Device gives wireless zip to an old TV

April 17, 2003|By MIKE HIMOWITZ

WHENEVER I bring a new gadget home, my wife gives me a look that says some kind of household technical apocalypse is, indeed, close at hand.

I can understand her point. Scattered around our family room are nine remote controls, only four of which I can associate with some device that we actually use.

The basement also is littered with a variety of small, odd boxes, cameras, circuit boards and cables, all of which were supposed to be the next great thing when I tested them out but obviously weren't -- otherwise, I'd remember what they were supposed to do. I try to convince my beloved that these are not junk, but valuable artifacts.

Given her suspicion of new gadgets, I snapped to attention when she actually asked me to buy one for her a few weeks ago. What she wanted was fairly simple -- a device that would allow her to watch CNN on the little television on our kitchen counter.

The problem is that the Cable News Network arrives by cable, and we don't have a cable outlet in the kitchen. Nor was there any way to run a cable from the family room to the kitchen counter without major drilling. And even if I were willing to play electrician, the 17-year-old television on the counter was not cable-ready.

Assuming that my wife wasn't the first person to want cable television where none existed, I made the rounds of electronics outlets and stumbled upon a nifty little gadget from Terk Technologies called the Leapfrog Wavemaster 20.

The Wavemaster is a wireless system that broadcasts standard video and stereo audio from a source in one room to a television in another. It consists of two black boxes, each about 4 by 5 inches square and an inch high. One is a transmitter, which connects to the output from a cable box, VCR, DVD player or sound system. The other is a receiver, which hooks up to a television somewhere else -- up to 100 feet away.

The Wavemaster operates on the 2.4 GHz band, which means it shares a chunk of the spectrum with cordless phones and wireless computer networks. We have both, but the Wavemaster didn't interfere with either.

It took all of five minutes to hook everything up, align the flip-up antennas on both units and tune the television to Channel 3 (in some areas, you'll have to use Channel 4). I also had to buy a $5 adapter to connect the receiver to the exterior antenna jack on the kitchen television, but that was only necessary because the television is a relic. Most new sets have inputs for audio, video and coaxial cable.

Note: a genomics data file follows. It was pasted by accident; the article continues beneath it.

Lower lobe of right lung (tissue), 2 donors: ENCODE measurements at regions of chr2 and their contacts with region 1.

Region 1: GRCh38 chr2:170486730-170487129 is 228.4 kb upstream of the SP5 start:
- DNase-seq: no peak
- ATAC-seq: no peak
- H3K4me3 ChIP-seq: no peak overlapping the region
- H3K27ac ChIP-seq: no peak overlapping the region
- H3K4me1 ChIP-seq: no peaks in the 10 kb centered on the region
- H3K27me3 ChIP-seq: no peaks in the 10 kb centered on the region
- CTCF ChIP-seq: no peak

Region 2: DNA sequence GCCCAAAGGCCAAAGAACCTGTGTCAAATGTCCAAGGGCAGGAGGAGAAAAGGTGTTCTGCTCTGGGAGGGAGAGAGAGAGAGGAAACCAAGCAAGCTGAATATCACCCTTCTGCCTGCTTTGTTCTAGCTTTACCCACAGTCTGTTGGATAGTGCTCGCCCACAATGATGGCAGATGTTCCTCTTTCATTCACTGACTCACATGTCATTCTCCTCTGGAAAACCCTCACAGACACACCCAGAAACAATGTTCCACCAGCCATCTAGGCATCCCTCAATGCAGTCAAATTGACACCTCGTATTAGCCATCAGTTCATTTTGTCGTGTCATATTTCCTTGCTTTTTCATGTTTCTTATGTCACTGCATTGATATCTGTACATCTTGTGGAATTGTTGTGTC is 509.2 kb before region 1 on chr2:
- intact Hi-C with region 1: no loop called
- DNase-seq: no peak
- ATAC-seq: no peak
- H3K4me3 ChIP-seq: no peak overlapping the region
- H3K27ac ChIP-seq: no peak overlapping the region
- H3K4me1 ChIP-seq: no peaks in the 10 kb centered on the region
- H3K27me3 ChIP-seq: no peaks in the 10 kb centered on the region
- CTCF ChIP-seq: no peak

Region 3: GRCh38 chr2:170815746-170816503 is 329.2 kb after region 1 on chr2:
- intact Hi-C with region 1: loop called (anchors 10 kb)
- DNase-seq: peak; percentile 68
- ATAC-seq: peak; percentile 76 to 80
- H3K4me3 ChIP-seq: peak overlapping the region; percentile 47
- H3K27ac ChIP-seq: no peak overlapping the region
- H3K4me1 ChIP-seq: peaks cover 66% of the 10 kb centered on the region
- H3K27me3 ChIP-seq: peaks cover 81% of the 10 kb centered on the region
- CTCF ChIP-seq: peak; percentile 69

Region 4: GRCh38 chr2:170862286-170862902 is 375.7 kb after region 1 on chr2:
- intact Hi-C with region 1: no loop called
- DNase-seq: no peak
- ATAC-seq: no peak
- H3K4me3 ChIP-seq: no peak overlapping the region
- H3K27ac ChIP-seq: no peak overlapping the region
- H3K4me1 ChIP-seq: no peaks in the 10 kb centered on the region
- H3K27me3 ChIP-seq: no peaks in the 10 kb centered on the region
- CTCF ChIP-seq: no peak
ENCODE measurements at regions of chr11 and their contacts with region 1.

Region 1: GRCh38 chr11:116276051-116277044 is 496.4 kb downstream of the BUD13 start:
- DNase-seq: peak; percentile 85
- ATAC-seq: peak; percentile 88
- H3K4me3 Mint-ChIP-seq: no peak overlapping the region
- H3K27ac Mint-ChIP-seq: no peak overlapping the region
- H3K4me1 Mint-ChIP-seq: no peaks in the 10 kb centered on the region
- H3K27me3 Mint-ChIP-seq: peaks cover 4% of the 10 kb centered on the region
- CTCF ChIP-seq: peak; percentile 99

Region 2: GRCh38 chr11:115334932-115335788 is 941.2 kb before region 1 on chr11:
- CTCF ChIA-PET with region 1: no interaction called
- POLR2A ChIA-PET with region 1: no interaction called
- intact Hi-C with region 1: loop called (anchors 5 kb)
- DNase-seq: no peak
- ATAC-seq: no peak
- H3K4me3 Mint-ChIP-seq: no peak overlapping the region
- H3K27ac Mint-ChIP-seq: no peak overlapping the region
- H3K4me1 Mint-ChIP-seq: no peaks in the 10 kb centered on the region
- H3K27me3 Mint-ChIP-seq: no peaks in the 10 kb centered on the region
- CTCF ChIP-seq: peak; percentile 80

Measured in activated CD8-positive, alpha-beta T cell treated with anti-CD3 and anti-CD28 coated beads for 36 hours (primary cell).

When I finished, CNN was playing on the little televisionwith a signal that was crisp and clear. No fuss, no muss.

The only drawback of the Wavemaster 20 is that you can't change cable channels from the television with the receiver -- you have to return to the room with the cable box and use the remote control there. This isn't a big issue if you want to watch a movie or a show, but the device is not for channel hoppers.

Terk and several other firms make wireless remote control extenders to handle the job. A newer LeapFrog model, the Wavemaster 30, includes a remote control extender in the package. With this kind of setup, you can watch cable with full use of the remote control in any room. Just remember that the same program will be playing in both locations.

If you have trouble with a wireless connection because of crosstalk from other devices, Terk makes a version of the Leapfrog that operates over home phone lines -- the transmitter and receiver plug into wall jacks. The major disadvantage of this system is both sets must be close to a phone jack.

Even with these limitations, the Wavemaster 20 is the kind of technology I like -- it works out of the box, exactly the way it's supposed to. And my wife has already thanked me several times -- it's nice to be a hero.

The Wavemaster 20 lists for $99.95, but you can find it on the Web and in stores for anywhere from $60 to $90. For information, visit or call 800-942-8375.

Department of corrections: In a recent column I assigned the wrong terminology to an acronym describing a security system built into wireless networks. A couple of readers noted it.

While the system uses a wireless encryption protocol, the acronym WEP actually stands for Wired Equivalent Privacy. It gives wireless systems the same kind of protection that wired networks enjoy, which isn't much if there's a serious hacker around, but better than nothing.

If you have a wireless network and don't want outsiders freeloading on your Internet connection or poking into your computer files, it's a good idea to enable WEP through the management software that came with your wireless access point.

Department of omissions: A while back I wrote about inexpensive Windows programs designed to create PDF (Portable Document Format) files that can be displayed with Adobe's ubiquitous Acrobat Reader.

Not long afterward, several Mac users sent the usual irate e-mail accusing me of being a Microsoft toady. It seems I didn't mention that the newest version of Apple's operating system, OS/X, includes a driver that creates PDF files without external software.

Actually, I didn't know about the Mac's built-in PDF driver. Neither did most of the heavy Mac users I talked to in our graphics department. So now you know. It's certainly a useful feature, and Apple deserves credit for bundling it with the operating system.

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